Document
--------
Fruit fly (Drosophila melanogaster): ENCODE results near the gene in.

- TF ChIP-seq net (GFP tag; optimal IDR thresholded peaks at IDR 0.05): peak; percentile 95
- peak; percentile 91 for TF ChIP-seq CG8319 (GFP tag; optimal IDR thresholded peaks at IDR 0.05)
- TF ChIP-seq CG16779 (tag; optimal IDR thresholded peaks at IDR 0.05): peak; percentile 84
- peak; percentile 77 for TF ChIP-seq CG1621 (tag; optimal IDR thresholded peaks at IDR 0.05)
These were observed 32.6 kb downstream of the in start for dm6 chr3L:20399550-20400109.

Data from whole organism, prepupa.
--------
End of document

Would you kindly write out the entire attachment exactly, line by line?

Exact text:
Fruit fly (Drosophila melanogaster): ENCODE results near the gene in.

- TF ChIP-seq net (GFP tag; optimal IDR thresholded peaks at IDR 0.05): peak; percentile 95
- peak; percentile 91 for TF ChIP-seq CG8319 (GFP tag; optimal IDR thresholded peaks at IDR 0.05)
- TF ChIP-seq CG16779 (tag; optimal IDR thresholded peaks at IDR 0.05): peak; percentile 84
- peak; percentile 77 for TF ChIP-seq CG1621 (tag; optimal IDR thresholded peaks at IDR 0.05)
These were observed 32.6 kb downstream of the in start for dm6 chr3L:20399550-20400109.

Data from whole organism, prepupa.